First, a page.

Midtown Mid Rise Midday
It’s the hottest table in town right now. And certainly the most dizzying. The acute angled windowed corner of Seabird for a cute pair only. We’re enjoying another Bowenesque moment. Elizabeth liked to party. Her house Bowens Court in County Cork was made for parties although it was demolished before she had to start charging guests. The Anglo Irish novelist would approve of our choice of Toucan Do It cocktails (Olmeca Los Altos, cinnamon, aji pepper) at noon. Rewarding.
Seabird is the penthouse level restaurant of The Hoxton Hotel isn’t in Hoxton, east London; it’s in Southwark, south London. The hotel is located in a bit of a no woman’s land but none the worse for it. There’s still an element of grittiness and character marking this stretch of Blackfriars Road. The Prince William Henry pub opposite advertises “two darts boards” and a “backyard private room”. Interesting. Blackfriars Food Market offers “Korean, Kofte Hut, Semoorg, Japanese, Thai, Falafel”. We’ll soon discover that when it comes to Seabird, safari hued staff uniforms and rattan furniture lend a Mediterranean mood matched by the seafood focused menu with such highlights as ginger infused prawn croquetas carabinero in olive oil. Appetising.
A lift zaps us up from ground zero to level 14. Not quite skyscraping then but it turns out this height is perfect for taking in a horizontal pendulum view from upstream Thames to downtown Southwark. Bang in the middle of the view to the north stands One Blackfriars designed by Simpson Haugh, a bulging glass erection full of bankers who have trousered a few bonuses in their time. Revealing. To the southeast can be seen architect genius Trevor Morriss’ Music Box apartments and college. Rogers Stirk Harbour’s Neo Bankside wrapping around the 1740s Hopton’s Almshouses are to the east. Satisfying
The Hoxton’s architects are Lifschutz Davidson Sandilands, a London practice going very strong since 1986. Derwent London, the developers, are the Capital’s leading deliverer of non residential floorspace. Alex Lifschutz considers, “The Hoxton Southwark is an example of the hospitality sector leading trends in co working and co living by treating premises and buildings as active and integrated rather than passive resources.” Fascinating.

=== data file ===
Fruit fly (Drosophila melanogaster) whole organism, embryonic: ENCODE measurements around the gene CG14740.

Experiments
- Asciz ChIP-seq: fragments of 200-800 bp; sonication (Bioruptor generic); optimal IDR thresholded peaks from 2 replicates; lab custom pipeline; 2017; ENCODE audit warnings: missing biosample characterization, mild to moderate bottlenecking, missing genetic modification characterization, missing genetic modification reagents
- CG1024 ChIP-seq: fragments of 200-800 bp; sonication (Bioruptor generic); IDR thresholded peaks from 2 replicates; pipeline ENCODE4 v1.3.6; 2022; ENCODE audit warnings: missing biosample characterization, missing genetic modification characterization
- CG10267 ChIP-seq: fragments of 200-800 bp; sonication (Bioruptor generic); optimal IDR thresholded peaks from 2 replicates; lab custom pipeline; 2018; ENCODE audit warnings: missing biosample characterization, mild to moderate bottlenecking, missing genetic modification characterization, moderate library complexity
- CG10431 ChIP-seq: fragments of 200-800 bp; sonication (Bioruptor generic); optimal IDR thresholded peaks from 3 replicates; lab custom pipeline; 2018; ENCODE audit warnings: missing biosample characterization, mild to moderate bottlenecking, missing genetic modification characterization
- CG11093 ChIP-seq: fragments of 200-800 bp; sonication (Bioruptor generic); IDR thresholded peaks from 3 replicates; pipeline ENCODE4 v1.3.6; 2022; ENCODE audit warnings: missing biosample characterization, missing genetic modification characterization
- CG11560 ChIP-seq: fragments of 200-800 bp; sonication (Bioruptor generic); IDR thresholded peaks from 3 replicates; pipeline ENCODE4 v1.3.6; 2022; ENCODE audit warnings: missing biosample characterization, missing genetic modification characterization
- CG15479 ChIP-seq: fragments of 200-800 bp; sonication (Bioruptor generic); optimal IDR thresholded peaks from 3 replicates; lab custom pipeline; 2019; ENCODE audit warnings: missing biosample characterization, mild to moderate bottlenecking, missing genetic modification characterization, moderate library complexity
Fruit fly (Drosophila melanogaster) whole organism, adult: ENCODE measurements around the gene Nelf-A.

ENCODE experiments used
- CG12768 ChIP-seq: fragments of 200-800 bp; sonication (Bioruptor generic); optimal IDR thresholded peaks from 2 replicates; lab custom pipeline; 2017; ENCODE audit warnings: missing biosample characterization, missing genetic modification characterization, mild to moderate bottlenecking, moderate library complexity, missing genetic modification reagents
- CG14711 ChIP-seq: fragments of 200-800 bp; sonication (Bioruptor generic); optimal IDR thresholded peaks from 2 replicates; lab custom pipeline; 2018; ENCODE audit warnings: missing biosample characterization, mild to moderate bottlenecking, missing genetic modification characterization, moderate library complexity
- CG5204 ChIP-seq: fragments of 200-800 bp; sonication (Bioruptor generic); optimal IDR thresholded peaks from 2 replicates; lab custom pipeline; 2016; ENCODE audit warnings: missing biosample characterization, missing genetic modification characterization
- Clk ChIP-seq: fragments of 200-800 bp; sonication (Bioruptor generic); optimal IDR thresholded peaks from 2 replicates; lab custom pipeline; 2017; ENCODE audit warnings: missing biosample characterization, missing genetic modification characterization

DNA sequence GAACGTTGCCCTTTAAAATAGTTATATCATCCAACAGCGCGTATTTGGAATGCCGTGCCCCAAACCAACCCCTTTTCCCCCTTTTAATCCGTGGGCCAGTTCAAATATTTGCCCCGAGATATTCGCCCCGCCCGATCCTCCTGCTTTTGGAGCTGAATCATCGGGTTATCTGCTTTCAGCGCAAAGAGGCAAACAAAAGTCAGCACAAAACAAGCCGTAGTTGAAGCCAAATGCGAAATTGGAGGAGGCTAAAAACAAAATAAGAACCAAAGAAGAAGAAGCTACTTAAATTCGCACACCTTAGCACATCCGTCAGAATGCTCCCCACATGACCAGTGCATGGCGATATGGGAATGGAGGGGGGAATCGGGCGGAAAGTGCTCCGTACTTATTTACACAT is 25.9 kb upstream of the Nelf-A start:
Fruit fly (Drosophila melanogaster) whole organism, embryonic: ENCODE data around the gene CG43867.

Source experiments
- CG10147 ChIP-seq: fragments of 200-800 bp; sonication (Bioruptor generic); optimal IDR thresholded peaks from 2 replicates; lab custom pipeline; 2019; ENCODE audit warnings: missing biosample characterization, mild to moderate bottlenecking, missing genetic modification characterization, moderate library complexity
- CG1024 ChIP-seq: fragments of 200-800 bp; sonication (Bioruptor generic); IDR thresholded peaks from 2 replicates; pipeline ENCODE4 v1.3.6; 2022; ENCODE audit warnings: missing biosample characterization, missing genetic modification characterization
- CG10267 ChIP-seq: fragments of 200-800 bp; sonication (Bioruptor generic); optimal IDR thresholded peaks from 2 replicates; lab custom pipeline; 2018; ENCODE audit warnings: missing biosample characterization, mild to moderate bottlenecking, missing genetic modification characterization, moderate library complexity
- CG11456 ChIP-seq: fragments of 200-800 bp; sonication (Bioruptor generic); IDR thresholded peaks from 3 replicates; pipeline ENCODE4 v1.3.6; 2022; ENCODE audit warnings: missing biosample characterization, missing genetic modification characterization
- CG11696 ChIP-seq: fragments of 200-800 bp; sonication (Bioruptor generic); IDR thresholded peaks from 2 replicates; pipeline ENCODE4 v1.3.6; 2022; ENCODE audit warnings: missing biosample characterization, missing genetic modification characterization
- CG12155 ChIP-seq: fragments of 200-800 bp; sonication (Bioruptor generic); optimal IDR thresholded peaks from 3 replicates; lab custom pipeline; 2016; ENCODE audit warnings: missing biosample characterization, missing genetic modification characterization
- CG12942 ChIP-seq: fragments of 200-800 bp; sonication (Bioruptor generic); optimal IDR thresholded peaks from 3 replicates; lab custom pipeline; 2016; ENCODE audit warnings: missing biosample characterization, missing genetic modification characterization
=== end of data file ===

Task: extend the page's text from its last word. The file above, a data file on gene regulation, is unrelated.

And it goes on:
He continues, “This multilayered building picks up from one of our earliest and best known projects, Oxo Tower just round the corner on the Thames. Oxo also provides a very varied and integrated mix of uses including affordable cooperative apartments, independent shops, designer maker studios, a gallery plus the emblematic Harvey Nichols Oxo Tower brasserie and restaurant at roof level, still going strong after 25 years of operation.” Illuminating.
Where Southwark lacks a tight urban grid – this isn’t New York – it does now have at least one tight architectural grid. The Hoxton exhibits strong elevations with a downtown warehouse appeal enhanced by buff and dark brown facing brick. The street experience is more permeable with larger windows lighting ground and mezzanine floor restaurants, bars and conference rooms. Distracting.
There’s an emphasis on long term adaptability of the architecture: Alex Lifschutz once more, “The present hotel rooms could be converted into offices or vice versa and all the floorplates could be reconfigured as apartments. Likewise, the rooftop restaurant could be altered to become penthouse flats…” No woman is an island. When a woman is tired of (high) London living, at street level there’s always a game of darts to play or a bag of falafel to grab. Tempting.